Essendon football club has revealed itself as an anti-Christian organisation. It conforms precisely to the new prevailing public culture, with that innate cowardice that allows institutions to perfectly reflect the lineaments of raw power. Essendon doesn’t speak truth to power, it genuflects before power. The effective sacking of Andrew Thorburn as chief executive of Essendon because of his affiliation with the City on a Hill churches represents a dark new phase in cultural intolerance. Essendon explains that it didn’t know the shocking truth, that Thorburn is a mainstream Christian in a church that preaches mainstream Christian views, partly because it’s illegal to ask a job applicant about their religious views or affiliations. But if through some shocking mistake you hire an active Christian, you’re certainly entitled to sack them because of their Christian affiliation.

Ask about someone’s religious affiliation – that’s discrimination. Sack someone because of religious affiliation – that’s inclusive. It has long been the case that society no longer wishes to be governed by Christian morality, or to express its sociologically, behavioural norms. That’s fair enough. We live in a democracy. The majority will, within certain limits, should prevail. The new situation, however, is one in which it is becoming virtually illegal, certainly dangerous to your career, to espouse, or be associated with someone who espouses, traditional Christian views. Daniel Andrews, the chief Red Guard enforcer of ideological conformity, condemned the views associated with a couple of sermons on the City on a Hill web site as bigotry and hatred. What were those views?

One was that full sexual expression is, morally, reserved for marriage. Marriage is between a man and a woman. This is the orthodox view of the majority of Christian denominations in the world today.  And it goes without saying it’s the traditional view of other religions, including Islam, Sikhism, Judaism, etc. The sermon in question made clear there was nothing immoral about homosexual orientation, but sex outside marriage was morally wrong. Most people don’t hold that view. The City on a Hill folks are not running any kind of campaign against gay people in any context at all. Most Christians accept that something which Christian teaching holds to be immoral should not be illegal. But now even to preach Christian morality is nearly a crime, enough to render you unemployable in any public capacity and fair game for a savage slagging from the Victorian Premier.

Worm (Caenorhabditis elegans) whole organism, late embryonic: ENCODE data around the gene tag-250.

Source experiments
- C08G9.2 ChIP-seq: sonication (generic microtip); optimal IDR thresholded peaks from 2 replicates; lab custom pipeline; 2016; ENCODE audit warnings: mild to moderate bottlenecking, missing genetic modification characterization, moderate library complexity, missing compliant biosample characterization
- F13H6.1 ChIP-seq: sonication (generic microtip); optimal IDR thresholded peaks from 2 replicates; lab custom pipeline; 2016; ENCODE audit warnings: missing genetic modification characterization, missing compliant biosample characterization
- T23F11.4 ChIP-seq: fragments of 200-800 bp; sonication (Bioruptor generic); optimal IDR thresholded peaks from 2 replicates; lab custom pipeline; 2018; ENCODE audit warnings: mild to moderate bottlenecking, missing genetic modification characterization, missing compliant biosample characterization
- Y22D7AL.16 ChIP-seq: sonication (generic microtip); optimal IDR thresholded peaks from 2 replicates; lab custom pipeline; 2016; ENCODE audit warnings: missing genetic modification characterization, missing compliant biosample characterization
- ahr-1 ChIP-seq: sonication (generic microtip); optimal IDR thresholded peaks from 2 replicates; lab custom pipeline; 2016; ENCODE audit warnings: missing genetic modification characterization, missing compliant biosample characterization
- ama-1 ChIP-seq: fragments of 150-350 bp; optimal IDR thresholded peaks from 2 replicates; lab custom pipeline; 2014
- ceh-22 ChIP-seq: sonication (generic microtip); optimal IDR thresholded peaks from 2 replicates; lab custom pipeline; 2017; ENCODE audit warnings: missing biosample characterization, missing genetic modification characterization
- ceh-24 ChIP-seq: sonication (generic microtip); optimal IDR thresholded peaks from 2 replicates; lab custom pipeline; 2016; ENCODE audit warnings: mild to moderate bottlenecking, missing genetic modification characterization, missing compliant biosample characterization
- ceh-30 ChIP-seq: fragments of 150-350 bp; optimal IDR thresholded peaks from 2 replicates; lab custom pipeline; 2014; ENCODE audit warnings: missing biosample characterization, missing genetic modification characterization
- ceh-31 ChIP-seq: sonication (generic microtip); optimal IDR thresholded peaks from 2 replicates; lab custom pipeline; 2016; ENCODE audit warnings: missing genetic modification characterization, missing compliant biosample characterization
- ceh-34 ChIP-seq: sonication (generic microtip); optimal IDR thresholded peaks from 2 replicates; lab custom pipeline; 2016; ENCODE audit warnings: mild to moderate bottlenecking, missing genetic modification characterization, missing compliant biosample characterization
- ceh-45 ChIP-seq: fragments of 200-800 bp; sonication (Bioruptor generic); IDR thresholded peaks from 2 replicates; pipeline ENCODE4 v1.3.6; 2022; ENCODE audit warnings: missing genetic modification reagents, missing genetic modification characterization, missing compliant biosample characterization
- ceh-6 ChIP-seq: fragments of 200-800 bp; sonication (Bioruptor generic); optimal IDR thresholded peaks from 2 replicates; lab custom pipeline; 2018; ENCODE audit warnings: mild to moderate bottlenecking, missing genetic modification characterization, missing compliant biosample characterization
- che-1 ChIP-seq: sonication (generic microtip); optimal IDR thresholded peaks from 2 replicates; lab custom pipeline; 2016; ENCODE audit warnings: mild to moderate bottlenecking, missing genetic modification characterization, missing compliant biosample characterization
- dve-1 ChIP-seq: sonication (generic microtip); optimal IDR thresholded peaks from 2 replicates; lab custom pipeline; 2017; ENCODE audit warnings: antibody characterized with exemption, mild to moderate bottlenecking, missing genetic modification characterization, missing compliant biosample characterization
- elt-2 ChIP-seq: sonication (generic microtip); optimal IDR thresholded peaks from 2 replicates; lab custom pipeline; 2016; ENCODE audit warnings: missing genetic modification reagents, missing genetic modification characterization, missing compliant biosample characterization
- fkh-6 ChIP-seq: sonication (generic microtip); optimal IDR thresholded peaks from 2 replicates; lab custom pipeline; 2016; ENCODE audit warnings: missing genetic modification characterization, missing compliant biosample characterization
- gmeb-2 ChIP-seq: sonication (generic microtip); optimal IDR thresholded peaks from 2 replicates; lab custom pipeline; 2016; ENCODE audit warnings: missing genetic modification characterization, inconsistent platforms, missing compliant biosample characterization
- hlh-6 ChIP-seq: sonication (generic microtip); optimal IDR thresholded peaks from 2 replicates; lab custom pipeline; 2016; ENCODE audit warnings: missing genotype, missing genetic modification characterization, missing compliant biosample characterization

Similarly, the comments in the sermon regarding abortion. The traditional Christian view of abortion is that it involves the destruction of innocent human lives. It’s perfectly fine to disagree with these views. Regarding them as intrinsically bigotry and hatred is grotesque. Our society is becoming ever more illiberal. With Israel Folau, the issue was freedom of speech. With the Manly rugby league players who didn’t want to wear the Pride jersey, the issue was compelled speech. In Thorburn’s case, the issue is guilt by association with a sermon from nine years ago that preached traditional Christian morality. Liberalism and pluralism are features of societies that developed under the Judaeo-Christian influence. As we become post-Christian, it seems we are also destined to suffer post-pluralism. It’s only a matter of time, surely, before the avatars of inclusion declare the whole Bible to be “hate speech”.

Source: Article written by journalist Greg Sheridan for The Australian

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